Phoenix wants to take Ronson out to do some real crime fighting. This is _Ronson's_ summary of Phoenix's suggestion.
"He says a trip to the dangerous Seattle suburb of Belltown [sic] at 4 am on a Saturday night should do the trick."
Wow. "Suburb"? Words fail. Also, before you ask, this occurred in the 2000s, so way post gentrification of Belltown.
Suburb. Bwah ha ha ha ha
I don't think I can recommend this, altho I did eventually finish reading it and there are some interesting aspects to it. Hamburg has a hand-rotation trick.
"Put your hands together so that they match up exactly, as if you were praying. [there's a picture]. Choose one of the three compatibility dimensions ... Now think of someone you know well ... Try to get a felt sense of how compatible you and that person are on the dimension you've chosen. .... Play the mental video you have of that aspect of your relationship with that person. Visualize key incidents that seem to exemplify that dimension. As you do, pay attention to how your body feels. ... keeping your hands together, rotate them with respect to each other until it feels like the angle between your hands matches your felt sense of how alike or different you two are on that dimension"
There's more detail and development, but this is basically trying to get you listening to your less-verbal/more-feeling side of yourself (get people out of denial, out of rationalization).
Hamburg has a taxonomy of compatibility: Practical, Sexual, Wavelength. He assesses couples using the hand rotation trick for compatibility based on a bunch of components of the three dimensions of compatibility. So this is an interesting variation on the more typical approach: fill in a five choice scale for a bunch of descriptions on a written test.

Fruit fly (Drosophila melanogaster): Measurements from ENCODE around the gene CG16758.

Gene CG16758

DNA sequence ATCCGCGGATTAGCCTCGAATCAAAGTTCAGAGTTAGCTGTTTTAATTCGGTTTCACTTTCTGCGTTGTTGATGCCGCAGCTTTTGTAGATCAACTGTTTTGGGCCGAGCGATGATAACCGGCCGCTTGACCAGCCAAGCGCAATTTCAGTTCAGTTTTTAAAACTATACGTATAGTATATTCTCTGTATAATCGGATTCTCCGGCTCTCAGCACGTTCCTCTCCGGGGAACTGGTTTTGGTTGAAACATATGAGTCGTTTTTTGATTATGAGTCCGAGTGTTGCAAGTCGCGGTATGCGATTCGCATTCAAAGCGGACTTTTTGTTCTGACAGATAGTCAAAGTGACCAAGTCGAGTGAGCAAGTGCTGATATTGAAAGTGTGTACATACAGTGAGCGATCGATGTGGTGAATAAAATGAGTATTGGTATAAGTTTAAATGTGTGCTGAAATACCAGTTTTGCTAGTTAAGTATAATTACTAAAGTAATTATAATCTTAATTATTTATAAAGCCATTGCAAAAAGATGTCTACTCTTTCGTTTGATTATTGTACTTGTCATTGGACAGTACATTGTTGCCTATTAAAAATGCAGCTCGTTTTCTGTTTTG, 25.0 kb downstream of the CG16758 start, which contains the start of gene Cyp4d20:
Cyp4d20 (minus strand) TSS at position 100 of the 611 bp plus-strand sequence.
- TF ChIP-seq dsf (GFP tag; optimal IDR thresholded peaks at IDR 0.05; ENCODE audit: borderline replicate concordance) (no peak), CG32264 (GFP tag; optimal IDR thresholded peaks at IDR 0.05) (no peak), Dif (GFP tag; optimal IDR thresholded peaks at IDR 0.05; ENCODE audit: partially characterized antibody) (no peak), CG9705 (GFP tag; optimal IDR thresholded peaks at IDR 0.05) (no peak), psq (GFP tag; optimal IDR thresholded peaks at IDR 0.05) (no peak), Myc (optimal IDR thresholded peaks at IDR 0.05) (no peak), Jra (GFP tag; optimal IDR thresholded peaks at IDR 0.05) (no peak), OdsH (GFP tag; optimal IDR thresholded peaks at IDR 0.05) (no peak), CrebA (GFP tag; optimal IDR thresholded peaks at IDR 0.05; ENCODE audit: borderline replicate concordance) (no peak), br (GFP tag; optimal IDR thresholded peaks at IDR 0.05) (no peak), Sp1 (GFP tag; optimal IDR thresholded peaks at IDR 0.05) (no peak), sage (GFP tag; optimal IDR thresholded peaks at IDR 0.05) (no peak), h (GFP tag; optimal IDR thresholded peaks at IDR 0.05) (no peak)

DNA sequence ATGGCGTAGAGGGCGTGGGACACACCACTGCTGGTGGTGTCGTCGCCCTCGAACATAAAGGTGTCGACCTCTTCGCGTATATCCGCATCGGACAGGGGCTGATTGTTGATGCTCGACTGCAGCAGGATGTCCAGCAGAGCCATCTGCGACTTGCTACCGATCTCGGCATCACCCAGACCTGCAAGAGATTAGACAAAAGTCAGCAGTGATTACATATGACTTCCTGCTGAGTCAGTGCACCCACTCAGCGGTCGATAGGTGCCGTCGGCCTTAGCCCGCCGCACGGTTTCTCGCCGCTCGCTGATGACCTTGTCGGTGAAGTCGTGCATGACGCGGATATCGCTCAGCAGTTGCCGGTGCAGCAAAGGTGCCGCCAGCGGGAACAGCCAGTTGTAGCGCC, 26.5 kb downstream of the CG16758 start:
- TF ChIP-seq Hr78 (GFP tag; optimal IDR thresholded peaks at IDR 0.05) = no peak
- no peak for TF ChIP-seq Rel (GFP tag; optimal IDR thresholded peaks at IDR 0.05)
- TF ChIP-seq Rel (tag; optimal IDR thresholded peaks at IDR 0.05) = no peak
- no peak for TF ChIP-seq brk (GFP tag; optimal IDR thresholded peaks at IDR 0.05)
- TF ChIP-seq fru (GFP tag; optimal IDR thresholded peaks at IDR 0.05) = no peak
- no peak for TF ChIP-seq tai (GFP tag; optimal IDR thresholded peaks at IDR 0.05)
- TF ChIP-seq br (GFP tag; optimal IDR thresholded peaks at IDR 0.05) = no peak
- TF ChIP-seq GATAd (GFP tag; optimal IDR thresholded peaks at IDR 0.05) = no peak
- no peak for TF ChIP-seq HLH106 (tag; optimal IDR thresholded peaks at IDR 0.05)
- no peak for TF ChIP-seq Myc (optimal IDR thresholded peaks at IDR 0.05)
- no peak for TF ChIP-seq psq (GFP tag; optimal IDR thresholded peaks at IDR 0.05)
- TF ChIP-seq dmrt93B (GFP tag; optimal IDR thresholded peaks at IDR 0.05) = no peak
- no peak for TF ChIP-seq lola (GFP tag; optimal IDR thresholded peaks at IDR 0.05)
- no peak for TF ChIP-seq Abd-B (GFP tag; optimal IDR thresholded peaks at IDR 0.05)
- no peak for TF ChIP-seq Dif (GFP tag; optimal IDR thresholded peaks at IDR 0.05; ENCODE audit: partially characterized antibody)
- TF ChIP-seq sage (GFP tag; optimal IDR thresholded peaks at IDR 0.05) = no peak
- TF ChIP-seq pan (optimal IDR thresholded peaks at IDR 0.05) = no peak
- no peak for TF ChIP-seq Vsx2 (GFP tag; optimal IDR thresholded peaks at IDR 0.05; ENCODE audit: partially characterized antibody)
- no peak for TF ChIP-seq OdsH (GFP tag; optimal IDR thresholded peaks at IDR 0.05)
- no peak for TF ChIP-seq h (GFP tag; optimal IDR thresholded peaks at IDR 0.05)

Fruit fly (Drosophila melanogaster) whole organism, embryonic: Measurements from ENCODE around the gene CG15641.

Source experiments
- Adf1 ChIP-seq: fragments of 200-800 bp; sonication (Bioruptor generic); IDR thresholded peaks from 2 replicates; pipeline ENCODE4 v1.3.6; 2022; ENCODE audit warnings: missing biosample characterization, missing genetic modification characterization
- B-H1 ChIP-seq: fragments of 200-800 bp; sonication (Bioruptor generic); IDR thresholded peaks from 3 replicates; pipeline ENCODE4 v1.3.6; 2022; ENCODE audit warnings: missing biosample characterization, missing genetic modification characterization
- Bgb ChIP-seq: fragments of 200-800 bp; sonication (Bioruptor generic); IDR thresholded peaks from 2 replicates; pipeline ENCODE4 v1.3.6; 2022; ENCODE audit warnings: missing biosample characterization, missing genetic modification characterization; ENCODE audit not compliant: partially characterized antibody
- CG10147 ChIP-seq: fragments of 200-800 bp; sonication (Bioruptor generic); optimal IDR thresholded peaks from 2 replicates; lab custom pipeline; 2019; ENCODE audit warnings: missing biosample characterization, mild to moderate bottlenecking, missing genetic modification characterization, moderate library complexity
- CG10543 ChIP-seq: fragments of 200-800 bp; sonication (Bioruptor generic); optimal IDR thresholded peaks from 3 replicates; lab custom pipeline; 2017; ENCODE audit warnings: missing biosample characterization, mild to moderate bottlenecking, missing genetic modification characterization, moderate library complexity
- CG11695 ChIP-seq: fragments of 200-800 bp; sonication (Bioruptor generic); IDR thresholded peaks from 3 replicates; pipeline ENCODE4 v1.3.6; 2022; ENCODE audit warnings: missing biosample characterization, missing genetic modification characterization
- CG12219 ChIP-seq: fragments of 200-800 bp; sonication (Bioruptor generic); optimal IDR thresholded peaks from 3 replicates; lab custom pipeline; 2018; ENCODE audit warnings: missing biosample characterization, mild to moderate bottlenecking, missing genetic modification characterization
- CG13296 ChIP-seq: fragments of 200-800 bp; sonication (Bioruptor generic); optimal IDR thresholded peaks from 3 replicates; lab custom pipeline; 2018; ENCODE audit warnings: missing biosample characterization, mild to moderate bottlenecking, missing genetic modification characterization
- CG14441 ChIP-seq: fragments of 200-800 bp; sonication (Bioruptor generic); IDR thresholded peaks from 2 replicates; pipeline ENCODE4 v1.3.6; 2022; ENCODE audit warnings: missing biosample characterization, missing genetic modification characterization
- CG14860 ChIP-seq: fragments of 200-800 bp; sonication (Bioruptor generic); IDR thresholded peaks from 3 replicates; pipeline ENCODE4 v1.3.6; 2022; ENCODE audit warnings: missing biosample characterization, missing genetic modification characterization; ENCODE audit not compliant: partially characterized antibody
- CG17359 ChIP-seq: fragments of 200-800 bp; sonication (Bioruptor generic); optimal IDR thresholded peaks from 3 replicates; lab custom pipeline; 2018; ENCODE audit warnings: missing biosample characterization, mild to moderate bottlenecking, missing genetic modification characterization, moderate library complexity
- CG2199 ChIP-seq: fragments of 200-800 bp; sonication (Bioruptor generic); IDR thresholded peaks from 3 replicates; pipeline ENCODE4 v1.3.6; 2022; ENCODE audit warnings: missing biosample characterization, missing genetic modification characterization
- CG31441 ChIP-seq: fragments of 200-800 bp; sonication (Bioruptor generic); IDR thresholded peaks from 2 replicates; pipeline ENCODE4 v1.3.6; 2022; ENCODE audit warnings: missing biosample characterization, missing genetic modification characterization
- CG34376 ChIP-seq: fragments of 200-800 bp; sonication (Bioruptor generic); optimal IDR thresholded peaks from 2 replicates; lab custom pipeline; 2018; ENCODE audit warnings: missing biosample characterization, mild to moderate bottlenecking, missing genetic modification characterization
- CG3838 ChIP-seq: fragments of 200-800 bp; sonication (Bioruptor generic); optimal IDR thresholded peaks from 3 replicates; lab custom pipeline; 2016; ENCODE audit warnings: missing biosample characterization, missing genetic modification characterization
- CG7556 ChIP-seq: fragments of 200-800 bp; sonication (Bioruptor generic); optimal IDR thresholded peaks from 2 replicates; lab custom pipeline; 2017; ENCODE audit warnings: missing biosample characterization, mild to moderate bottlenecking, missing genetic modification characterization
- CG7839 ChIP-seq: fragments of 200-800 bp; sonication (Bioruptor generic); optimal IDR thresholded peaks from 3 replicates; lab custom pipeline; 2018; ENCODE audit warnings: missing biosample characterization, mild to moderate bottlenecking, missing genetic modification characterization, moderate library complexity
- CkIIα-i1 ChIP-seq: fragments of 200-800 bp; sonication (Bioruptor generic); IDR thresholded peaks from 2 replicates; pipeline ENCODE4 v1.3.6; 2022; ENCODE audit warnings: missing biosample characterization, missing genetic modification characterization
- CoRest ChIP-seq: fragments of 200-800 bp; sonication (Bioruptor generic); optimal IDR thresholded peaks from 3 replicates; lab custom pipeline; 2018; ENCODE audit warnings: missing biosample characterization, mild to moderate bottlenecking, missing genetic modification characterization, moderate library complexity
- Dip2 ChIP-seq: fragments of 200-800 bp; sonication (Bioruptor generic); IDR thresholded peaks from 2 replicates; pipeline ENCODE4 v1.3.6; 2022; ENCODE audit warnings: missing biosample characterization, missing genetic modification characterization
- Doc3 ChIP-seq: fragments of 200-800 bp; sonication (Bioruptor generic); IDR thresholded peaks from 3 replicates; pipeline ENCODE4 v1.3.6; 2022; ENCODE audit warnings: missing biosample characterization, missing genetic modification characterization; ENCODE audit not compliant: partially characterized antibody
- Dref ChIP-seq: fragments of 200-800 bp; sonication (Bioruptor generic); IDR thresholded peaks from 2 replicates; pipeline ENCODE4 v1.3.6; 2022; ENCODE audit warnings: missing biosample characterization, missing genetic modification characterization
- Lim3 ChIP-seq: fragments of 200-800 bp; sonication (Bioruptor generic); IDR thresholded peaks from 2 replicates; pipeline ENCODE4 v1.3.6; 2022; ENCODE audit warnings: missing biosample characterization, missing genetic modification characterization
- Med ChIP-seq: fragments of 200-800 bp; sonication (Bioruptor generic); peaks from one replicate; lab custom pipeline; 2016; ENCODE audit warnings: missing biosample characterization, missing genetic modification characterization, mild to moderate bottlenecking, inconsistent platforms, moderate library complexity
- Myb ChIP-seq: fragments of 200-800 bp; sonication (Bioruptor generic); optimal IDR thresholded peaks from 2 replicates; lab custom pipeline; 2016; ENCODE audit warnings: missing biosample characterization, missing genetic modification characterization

Hamburg has a theory of what kind of compatibility works and what doesn't, based on his clinical experience. Hamburg believes that open relationships cannot work because he has seen tortured looks on the faces of people who were cheated on. Needless to say, I find that perspective a little troubling. Thinking, oh, walkitout, that's a bit of an overreaction?
"An option that some of us choose is to marry but not be monogamous. That is not an option I can recommend. It's not my job, as a psychologist, to give you a moral argument about why infidelity [sic] is bad. You have enough other people moralizing at you about that. I'll just share a clinical observation: In my work with torture survivors and with people who have lost a child, I have seen the face of anguish. The only other people in whom I've seen anything even approaching that anguish are people who have been cheated on by their husband or their wife."
Equating nonmonogamy with infidelity is repulsive. Equating nonmonogamy with cheating is disgusting.
There are a lot of useful things in this book, that could be useful to those in poly relationships: the ideas that compatibility isn't a unitary scale but has parts and you might be compatible in some areas but not in others, and some incompatibilities cause one kind of problems and other incompatibilities cause very different problems -- these are great ideas. But they are so embedded in a monogamous perspective (and honestly, the heterocentricity is a bit wearing as well) that I cannot recommend this book and found it difficult to finish even as I was finding more details that I thought were useful and insightful. YMMV.
ETA: Oh, and please don't sit around worrying about my marriage or anything like that. That's not why I'm reading couples counseling books. I'm reading couples counseling books because I realized whenever someone I knew was having trouble, I was recommending Gottman, and I thought there surely must be better stuff out there since I've known about Gottman for a while. If you've found really useful LTR maintenance/fix-it books other than Gottman (or Hamburg, or that horrifyingly awful _Passionate Marriage_ thing that people were all over for a while), I'd be interested to know which ones you found useful. Think of it as spreading the word generally, so as to make best practice available to those in need.